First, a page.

No Ceiling

I’m 30 years old and I’m living in my car.


Why does this feel like a confession?

In March 2013, I made a conscious choice: I wanted to be able to create more abundance in my life, more freedom, more opportunity, more mobility, more connection. I have a big dream I am journeying to make real. And I needed to eliminate the language of scarcity from my thinking. The ‘there is not enough’ rhetoric that is a constant part of the subliminal somatics of our culture. I wanted to smash this way of thinking wide open, to drive it (like a cowboy pushing a herd of wild horses) into abundance. I could see the richness and texture and depth that my life contained. I wanted to dwell there in that beautiful complexity instead of a place where I couldn’t cover my living expenses. I was tired of it costing so much to exist. Something had to move, change, and it had to be big.


Let’s be clear: my car is tiny. It’s a Suzuki Swift. It was selected for fuel economy and no-frills features, not living potential. But then I discovered that the back passenger seats came out. So then I had a mini-mini-van, and 6 hours in which to sleep and be completely moved out of my apartment before I had to be at work, and then off on a 15 hour drive North to see a friend on what I called my ‘gypsy living kick-off tour’. Things got thrown in the back: mattress.

Guitar. Bells. Sheepskin. Duvet. Cooler. A large abalone shell, for burning sage. Rubbermaids. A cane clothes basket my mother made in art school.  Laundry bag. Running shoes. Camp stove. A few large river stones. (Perfectly smooth, for moments of homesickness and loneliness) Mason jars of granola, chia seeds, sesame oil, green tea, hot chocolate, brown rice, anchovies, arame, turmeric, salt.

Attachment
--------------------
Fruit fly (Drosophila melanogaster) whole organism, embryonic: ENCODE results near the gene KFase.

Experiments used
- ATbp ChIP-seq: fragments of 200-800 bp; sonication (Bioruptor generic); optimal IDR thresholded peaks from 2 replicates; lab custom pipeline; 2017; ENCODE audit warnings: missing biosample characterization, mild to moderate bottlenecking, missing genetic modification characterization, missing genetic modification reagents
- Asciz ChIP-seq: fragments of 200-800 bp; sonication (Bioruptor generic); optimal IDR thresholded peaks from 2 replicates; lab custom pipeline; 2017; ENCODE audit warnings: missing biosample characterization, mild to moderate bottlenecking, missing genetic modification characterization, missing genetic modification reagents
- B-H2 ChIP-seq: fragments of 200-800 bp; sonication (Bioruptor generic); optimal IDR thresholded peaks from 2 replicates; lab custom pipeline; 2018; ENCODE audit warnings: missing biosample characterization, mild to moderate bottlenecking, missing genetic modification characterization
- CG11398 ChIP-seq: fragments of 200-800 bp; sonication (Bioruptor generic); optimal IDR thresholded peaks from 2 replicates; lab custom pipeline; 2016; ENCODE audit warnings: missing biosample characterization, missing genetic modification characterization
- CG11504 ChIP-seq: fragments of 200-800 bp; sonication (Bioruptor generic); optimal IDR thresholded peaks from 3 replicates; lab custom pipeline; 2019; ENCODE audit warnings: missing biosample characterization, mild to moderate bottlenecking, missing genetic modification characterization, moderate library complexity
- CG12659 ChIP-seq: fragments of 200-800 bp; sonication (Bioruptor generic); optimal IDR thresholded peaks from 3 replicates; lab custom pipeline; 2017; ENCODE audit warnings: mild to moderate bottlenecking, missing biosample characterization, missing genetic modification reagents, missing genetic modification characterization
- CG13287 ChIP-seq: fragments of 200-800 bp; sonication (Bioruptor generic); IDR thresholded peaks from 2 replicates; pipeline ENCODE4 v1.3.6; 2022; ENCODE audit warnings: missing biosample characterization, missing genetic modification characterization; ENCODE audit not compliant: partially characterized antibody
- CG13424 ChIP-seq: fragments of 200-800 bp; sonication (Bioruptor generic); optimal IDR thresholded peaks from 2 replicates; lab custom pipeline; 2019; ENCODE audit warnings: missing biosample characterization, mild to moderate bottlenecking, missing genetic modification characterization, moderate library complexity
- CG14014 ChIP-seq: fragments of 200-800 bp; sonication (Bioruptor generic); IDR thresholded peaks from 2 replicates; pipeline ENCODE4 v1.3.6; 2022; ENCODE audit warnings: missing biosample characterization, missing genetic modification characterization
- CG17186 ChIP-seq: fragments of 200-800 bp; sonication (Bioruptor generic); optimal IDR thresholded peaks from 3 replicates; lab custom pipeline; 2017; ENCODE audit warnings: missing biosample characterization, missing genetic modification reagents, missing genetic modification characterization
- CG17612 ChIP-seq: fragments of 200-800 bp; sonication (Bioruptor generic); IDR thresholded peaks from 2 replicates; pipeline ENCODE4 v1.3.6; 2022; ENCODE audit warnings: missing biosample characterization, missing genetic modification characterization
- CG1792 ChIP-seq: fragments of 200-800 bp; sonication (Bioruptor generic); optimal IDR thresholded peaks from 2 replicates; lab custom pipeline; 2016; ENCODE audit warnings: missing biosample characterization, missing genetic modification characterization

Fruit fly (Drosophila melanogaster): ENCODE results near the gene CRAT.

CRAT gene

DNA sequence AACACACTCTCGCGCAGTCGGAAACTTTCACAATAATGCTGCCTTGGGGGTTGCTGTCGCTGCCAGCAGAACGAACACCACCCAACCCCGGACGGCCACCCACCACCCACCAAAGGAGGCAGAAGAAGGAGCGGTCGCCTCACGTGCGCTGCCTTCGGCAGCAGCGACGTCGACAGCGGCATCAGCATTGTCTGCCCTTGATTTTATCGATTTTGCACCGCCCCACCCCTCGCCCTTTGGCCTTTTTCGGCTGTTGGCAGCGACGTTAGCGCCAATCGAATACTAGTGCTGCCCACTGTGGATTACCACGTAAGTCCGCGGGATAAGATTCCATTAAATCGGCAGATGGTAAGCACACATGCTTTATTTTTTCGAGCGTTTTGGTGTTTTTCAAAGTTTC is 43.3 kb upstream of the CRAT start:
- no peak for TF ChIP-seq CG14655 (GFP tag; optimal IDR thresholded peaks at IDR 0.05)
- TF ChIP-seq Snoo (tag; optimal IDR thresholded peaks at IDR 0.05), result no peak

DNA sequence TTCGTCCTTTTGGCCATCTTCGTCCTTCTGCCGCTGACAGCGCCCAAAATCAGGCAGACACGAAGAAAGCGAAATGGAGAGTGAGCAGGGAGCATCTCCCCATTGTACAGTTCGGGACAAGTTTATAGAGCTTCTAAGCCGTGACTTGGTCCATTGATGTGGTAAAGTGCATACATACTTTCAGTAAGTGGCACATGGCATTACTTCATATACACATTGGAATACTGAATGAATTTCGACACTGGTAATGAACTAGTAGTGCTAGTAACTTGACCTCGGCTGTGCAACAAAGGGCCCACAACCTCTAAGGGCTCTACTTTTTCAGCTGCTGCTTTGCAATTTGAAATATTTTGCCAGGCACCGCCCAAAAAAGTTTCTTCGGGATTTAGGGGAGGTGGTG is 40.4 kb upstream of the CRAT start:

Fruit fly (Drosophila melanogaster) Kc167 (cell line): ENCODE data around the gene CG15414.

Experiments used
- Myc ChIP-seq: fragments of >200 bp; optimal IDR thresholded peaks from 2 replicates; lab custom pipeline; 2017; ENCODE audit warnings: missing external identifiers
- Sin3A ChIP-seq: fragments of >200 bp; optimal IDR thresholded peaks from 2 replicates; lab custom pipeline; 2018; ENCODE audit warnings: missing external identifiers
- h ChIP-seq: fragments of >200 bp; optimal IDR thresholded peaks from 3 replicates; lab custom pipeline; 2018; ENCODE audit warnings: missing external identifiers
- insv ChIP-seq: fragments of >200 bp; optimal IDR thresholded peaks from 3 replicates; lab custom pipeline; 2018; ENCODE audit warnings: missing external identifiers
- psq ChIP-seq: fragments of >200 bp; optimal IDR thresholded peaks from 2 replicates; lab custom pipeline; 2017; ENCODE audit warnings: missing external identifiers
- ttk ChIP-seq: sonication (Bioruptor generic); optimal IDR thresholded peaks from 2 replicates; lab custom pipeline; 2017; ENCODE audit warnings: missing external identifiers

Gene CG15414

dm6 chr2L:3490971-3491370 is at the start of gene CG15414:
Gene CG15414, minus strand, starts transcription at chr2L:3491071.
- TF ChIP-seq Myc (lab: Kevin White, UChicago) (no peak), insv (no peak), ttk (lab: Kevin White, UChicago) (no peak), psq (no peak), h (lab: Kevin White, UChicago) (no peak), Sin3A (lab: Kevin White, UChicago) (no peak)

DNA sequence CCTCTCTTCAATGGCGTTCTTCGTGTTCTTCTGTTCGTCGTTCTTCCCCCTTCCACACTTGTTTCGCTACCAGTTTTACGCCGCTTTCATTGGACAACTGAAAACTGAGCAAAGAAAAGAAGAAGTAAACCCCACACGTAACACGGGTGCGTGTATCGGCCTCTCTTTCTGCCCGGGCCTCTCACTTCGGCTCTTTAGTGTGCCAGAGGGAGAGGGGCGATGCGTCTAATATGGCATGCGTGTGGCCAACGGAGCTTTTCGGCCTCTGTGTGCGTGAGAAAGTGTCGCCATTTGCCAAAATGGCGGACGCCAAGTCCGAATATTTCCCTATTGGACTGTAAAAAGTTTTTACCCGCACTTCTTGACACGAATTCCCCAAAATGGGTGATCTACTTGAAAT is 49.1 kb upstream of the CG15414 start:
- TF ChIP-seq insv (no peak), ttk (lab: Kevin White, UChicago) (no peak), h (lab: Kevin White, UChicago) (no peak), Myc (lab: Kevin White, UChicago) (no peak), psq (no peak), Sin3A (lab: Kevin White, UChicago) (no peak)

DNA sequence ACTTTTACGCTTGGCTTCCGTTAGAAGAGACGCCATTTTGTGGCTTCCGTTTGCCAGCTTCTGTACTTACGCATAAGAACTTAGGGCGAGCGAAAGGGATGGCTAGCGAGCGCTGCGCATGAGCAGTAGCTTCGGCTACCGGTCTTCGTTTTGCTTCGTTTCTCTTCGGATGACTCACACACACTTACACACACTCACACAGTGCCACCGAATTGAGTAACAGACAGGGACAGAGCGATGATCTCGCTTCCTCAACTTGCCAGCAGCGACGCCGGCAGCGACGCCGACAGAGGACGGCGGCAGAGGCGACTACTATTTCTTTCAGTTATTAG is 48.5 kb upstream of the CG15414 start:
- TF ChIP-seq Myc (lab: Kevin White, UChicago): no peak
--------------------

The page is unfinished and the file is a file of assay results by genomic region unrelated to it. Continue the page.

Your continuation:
And for the past three weeks I’ve been sorting through the PILE, learning what I need and what I don’t. Trading the two burner stove for a tiny backpacker one, the 5 gallon water jug for a 2 gallon one. Figuring out what kind of plywood furniture I want to build into the back to make the pile somewhat tamer. (And enable me to stop snuggling with the guitar’s hardshell case.) And folding things. And putting them away. And folding things. And putting them away. And taking things out. And putting them away. And taking things out. And putting them away.*

There have been moments of the expanse of space I have been looking for. The black winged freedom. And there have been difficulties to lean into: how to balance the energy of being in public space all the time. How to eat. How to eat. How to eat. Navigating rec centres. The balance of intimacy and anonymity that is possible in every moment.

About Kera Willis

Kera Willis is a writer, nomad and deep environmentalist who (as teacher/facilitator at Mountain Horse School in Pemberton BC, Canada) continues to share essays, bouts of myth making, and articles about the human equine relationship, rewilding our connection to the land, and the gifts of autism.
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